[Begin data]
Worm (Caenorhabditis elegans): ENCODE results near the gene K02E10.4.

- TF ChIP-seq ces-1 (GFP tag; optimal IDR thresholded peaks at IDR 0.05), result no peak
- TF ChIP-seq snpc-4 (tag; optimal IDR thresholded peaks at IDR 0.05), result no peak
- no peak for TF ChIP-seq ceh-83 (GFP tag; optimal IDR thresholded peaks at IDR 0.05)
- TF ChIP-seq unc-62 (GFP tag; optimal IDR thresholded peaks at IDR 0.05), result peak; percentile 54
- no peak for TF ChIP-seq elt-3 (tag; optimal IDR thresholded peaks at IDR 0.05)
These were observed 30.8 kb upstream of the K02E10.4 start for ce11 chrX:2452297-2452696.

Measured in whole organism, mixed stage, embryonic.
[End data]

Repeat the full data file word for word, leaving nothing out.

Worm (Caenorhabditis elegans): ENCODE results near the gene K02E10.4.

- TF ChIP-seq ces-1 (GFP tag; optimal IDR thresholded peaks at IDR 0.05), result no peak
- TF ChIP-seq snpc-4 (tag; optimal IDR thresholded peaks at IDR 0.05), result no peak
- no peak for TF ChIP-seq ceh-83 (GFP tag; optimal IDR thresholded peaks at IDR 0.05)
- TF ChIP-seq unc-62 (GFP tag; optimal IDR thresholded peaks at IDR 0.05), result peak; percentile 54
- no peak for TF ChIP-seq elt-3 (tag; optimal IDR thresholded peaks at IDR 0.05)
These were observed 30.8 kb upstream of the K02E10.4 start for ce11 chrX:2452297-2452696.

Measured in whole organism, mixed stage, embryonic.